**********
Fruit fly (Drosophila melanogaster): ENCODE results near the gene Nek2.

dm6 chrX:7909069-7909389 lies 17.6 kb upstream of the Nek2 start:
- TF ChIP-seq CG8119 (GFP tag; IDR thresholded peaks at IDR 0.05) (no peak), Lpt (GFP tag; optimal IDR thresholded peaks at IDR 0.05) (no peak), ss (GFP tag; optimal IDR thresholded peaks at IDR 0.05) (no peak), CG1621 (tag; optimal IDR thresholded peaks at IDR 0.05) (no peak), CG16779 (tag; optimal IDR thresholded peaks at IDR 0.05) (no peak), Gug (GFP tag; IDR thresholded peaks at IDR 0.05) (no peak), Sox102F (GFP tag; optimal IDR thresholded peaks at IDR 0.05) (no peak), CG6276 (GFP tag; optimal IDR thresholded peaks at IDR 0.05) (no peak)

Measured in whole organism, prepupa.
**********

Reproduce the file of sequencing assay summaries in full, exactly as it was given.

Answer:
Fruit fly (Drosophila melanogaster): ENCODE results near the gene Nek2.

dm6 chrX:7909069-7909389 lies 17.6 kb upstream of the Nek2 start:
- TF ChIP-seq CG8119 (GFP tag; IDR thresholded peaks at IDR 0.05) (no peak), Lpt (GFP tag; optimal IDR thresholded peaks at IDR 0.05) (no peak), ss (GFP tag; optimal IDR thresholded peaks at IDR 0.05) (no peak), CG1621 (tag; optimal IDR thresholded peaks at IDR 0.05) (no peak), CG16779 (tag; optimal IDR thresholded peaks at IDR 0.05) (no peak), Gug (GFP tag; IDR thresholded peaks at IDR 0.05) (no peak), Sox102F (GFP tag; optimal IDR thresholded peaks at IDR 0.05) (no peak), CG6276 (GFP tag; optimal IDR thresholded peaks at IDR 0.05) (no peak)

Measured in whole organism, prepupa.